New Relic Plans to Extend Kubernetes Monitoring with CoScale Technology

Fresh off its acquisition of the technology assets of CoScale, New Relic plans to extend the depth of its monitoring services portfolio with deeper metrics for applications running on Kubernetes clusters.

Based in Belgium, CoScale has been providing monitoring capabilities for Docker, Kubernetes and OpenShift. New Relic already monitors Kubernetes, Google Kubernetes Engine (GKE), Amazon Elastic Container Service for Kubernetes (EKS), Microsoft Azure Kubernetes Service (AKS) and RedHat Openshift.

Aaron Johnson, senior vice president for product management at New Relic, says his company already monitors 80 million containers per month. New Relic will infuse the CoScale technology to provide deeper Kubernetes metrics than it does today now that Kubernetes as emerged as a de facto standard cluster for Docker containers. CoScale was recently identified as a “Cool Vendor in Performance Analysis; Analytics and Containers” by Gartner.

In general, Johnson notes that applications built on a microservices architecture built using containers tend to be a lot more dynamic than traditional legacy applications. As a result, organizations are relying on monitoring tools much more because human IT operators won’t be able to keep track of the rate of change in these environments without relying on a monitoring application.

The dynamic nature of containers also requires IT teams to be much more team-oriented because of all the dependencies involved, he adds. The days when a single IT hero could save the proverbial day by knowing every aspect of a monolithic application are coming to an end; container monitoring software makes it possible for DevOps teams to see what’s critical and triage their response accordingly.

Johnson notes the more critical that application is to the business, the more important it becomes to monitor it. In the age of digital business, the number of applications deemed critical is expanding because so much of a business today now depends on software, he says.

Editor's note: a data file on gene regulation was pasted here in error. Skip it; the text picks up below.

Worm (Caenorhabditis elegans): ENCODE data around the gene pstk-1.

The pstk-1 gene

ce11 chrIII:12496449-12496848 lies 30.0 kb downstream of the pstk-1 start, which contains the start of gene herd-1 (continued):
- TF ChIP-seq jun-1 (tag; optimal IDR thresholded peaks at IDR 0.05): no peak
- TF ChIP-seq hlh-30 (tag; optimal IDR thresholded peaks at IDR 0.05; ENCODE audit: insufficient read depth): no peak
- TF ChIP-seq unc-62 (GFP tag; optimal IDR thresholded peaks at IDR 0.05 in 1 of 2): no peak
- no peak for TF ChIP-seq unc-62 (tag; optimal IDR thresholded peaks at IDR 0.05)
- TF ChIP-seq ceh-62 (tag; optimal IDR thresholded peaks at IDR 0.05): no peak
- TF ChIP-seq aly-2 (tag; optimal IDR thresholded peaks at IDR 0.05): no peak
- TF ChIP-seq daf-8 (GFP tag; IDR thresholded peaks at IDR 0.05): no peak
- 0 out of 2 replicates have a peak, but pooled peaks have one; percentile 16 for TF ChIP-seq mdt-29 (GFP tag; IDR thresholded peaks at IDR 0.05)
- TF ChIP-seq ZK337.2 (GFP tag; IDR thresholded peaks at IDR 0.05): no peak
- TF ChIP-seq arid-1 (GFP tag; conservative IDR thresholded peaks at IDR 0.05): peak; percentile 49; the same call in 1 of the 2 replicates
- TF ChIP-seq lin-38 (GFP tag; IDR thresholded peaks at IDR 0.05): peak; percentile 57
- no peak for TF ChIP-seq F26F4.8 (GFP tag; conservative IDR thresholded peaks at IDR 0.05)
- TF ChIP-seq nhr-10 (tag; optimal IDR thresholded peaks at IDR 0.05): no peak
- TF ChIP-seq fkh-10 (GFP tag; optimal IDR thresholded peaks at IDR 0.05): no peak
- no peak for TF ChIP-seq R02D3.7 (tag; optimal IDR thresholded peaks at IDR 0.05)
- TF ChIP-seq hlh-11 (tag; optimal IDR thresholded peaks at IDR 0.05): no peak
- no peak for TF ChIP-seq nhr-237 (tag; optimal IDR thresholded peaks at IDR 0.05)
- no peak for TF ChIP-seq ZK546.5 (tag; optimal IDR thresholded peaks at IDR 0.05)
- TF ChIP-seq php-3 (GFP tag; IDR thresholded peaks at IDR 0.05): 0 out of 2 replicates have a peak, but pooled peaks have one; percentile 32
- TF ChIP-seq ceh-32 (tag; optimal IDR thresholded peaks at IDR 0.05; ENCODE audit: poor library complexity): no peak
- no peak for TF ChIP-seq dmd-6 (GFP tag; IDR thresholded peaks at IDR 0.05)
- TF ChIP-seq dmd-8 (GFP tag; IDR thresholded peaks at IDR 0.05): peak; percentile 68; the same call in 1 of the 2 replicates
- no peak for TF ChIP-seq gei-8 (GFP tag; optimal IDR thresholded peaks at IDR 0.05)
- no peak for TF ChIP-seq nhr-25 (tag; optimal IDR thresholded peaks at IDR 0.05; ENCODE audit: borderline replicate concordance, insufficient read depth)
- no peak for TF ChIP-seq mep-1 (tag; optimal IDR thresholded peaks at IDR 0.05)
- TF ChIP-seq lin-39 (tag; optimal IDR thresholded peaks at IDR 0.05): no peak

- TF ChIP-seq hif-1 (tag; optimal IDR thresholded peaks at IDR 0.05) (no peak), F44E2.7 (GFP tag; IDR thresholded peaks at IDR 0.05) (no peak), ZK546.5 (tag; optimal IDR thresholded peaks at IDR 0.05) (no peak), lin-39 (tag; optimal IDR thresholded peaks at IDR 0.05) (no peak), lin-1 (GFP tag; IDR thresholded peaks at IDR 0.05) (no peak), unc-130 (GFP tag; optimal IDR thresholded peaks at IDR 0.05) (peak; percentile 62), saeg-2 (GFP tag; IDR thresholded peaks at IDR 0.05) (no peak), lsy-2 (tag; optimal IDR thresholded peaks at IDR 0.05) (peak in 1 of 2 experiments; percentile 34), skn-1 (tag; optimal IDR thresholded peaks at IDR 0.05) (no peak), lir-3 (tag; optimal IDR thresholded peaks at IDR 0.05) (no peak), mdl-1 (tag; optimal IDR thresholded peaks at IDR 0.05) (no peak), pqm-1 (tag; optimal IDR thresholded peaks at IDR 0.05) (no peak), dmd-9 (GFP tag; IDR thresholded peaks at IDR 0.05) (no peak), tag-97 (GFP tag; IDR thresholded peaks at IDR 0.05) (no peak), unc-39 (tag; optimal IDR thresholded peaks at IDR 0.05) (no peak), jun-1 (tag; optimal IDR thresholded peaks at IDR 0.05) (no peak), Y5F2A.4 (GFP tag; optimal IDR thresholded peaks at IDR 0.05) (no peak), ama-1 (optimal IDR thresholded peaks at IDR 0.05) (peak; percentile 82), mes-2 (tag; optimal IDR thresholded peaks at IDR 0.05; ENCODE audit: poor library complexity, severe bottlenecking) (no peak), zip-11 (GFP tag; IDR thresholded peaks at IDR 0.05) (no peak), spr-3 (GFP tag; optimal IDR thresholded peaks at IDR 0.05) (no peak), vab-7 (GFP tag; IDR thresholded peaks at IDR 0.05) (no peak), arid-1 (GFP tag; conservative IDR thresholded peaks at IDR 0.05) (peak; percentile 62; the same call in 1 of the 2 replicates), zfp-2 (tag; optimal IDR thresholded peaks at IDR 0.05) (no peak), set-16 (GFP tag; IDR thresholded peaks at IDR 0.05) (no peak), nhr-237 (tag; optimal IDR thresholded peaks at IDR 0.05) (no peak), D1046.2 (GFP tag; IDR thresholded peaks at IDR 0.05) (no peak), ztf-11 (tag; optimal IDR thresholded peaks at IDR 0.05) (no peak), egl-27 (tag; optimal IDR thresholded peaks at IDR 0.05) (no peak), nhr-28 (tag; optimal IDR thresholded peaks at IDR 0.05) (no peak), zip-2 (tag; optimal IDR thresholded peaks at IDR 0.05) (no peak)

All these issues are starting to come to a head as more containers running on Kubernetes clusters are deployed in a production environment. In fact, organizations that have not adopted DevOps or have done so sporadically likely soon will be required to embrace best DevOps practices across the enterprise as containers continue to proliferate.

It’s not clear who in the IT organization will be responsible for monitoring containers. In some case, developers are assuming responsibility for the entire application end to end. Other organizations prefer IT operational teams monitor containers to maximize the amount of time available to build applications.

New Relic is betting that regardless of who is given the task, the inherent complexities associated with containers will push organizations to embrace container monitoring that is delivered as a software-as-a-service (SaaS) application. The challenge New Relic might face is that in an application development environment, many developers now routinely employ open source container monitoring software such as Prometheus. Convincing organizations to pay for that capability requires convincing IT people that the metrics provided by New Relic are indeed significantly more actionable.

Mike Vizard

Mike Vizard

Mike Vizard is a seasoned IT journalist with over 25 years of experience. He also contributed to IT Business Edge, Channel Insider, Baseline and a variety of other IT titles. Previously, Vizard was the editorial director for Ziff-Davis Enterprise as well as Editor-in-Chief for CRN and InfoWorld.

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